“Adianta School for Leadership & Innovation is a new institution that promotes a radical new approach to education. Project based, hands on, through industry partnerships, learning by doing through simulations and not in classrooms & lecture halls. Our thinking is that this kind of approach is really required in the Indian context where people are in college but not necessarily learning.”

Question: How Relevant is the organization to India today?

“We see there’s a huge gulf between the needs of industry and the way our higher education is working. And we hear this from the HR departments of large industries all the time that they end up hiring smart people who have zero experience, zero skills, zero capacity and they have to do a tremendous amount of training in house, once they’re on board. They don’t come with the ability to do a task analysis, manage their own time, manage anybody else’s time use HTML or social media effectively. They don’t come with an array of skills that make them valuable. And forget about large companies, in the case of start ups people need to do a lot of different things reasonably well. So we need multiple different kinds of skills – some of them being very basic and some of them are more sophisticated and all of these kinds of abilities are only acquired by learning by doing, solving problems & addressing challenges. They aren’t learnt by giving examinations and skill concepts. The difference between skill & skill concepts is the difference between theoretical learning & hands on learning.”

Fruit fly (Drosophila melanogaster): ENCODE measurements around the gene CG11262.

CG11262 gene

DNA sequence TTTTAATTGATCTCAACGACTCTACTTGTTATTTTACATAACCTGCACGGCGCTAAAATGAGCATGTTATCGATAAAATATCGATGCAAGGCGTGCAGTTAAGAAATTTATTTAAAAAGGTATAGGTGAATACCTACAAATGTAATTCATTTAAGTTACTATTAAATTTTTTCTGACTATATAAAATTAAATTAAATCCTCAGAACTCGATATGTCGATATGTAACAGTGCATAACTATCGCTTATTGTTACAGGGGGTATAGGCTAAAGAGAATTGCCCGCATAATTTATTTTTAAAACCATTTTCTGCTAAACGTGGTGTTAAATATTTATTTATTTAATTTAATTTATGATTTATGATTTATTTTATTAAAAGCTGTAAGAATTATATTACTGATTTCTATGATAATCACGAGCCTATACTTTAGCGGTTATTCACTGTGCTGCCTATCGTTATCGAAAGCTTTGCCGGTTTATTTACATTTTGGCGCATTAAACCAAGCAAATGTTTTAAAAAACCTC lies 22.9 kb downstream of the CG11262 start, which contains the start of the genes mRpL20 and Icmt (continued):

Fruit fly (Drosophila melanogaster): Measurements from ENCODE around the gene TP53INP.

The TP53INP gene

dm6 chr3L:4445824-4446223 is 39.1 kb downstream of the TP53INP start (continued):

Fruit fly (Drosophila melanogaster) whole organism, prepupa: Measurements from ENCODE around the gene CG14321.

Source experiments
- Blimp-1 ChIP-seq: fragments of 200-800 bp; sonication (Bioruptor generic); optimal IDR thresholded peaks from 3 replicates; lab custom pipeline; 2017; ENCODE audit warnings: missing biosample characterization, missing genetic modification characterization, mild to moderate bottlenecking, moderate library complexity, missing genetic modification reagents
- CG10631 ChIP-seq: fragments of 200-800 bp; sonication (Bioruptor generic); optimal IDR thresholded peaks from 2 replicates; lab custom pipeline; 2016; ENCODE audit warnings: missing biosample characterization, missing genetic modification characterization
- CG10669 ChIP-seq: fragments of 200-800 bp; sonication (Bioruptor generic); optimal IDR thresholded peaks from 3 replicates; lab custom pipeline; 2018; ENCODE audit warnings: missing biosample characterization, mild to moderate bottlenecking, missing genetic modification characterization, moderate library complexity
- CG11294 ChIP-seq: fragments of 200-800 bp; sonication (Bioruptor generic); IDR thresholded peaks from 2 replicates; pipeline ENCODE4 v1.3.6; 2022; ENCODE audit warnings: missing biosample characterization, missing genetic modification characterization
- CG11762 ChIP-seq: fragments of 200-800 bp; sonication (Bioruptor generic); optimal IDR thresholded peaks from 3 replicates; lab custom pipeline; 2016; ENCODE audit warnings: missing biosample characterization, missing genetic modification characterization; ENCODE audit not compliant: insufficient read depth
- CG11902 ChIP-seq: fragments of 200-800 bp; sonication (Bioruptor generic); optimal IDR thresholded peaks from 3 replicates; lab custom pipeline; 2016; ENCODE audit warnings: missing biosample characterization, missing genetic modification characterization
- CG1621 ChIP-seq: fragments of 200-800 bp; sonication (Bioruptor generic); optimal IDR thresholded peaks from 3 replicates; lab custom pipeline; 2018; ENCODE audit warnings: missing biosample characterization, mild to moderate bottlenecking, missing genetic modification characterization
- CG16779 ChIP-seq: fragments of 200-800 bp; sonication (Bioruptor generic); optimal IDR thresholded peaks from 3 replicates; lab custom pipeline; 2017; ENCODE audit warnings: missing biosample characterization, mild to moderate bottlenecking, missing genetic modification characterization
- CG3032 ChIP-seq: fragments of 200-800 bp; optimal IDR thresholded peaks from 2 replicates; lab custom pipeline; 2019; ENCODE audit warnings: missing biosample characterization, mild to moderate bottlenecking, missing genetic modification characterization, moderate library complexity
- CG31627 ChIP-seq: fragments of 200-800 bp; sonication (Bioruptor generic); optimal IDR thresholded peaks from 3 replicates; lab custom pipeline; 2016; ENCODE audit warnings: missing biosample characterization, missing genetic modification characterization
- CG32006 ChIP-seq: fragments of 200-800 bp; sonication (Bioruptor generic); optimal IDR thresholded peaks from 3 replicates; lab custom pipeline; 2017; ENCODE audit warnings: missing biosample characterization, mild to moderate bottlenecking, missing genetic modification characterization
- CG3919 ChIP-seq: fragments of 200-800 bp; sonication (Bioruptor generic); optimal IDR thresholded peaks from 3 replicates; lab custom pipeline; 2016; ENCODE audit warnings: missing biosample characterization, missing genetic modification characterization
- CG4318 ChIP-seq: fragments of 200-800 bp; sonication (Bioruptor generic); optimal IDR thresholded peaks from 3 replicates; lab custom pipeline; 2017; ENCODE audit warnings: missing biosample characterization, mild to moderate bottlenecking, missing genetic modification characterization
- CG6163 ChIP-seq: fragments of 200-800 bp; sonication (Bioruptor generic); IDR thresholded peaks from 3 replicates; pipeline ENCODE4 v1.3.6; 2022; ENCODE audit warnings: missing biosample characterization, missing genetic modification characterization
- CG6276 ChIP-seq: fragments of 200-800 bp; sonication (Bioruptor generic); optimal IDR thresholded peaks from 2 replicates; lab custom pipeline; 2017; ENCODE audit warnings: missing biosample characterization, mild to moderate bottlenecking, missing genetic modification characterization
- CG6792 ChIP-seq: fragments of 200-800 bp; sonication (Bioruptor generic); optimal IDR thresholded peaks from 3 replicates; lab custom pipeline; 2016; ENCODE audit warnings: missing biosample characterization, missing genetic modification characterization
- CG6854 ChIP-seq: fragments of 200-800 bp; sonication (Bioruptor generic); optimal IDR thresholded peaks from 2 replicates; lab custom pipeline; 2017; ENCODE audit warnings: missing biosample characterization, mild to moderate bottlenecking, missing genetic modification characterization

Question: How important are having these skills in the world today? How important is leadership today?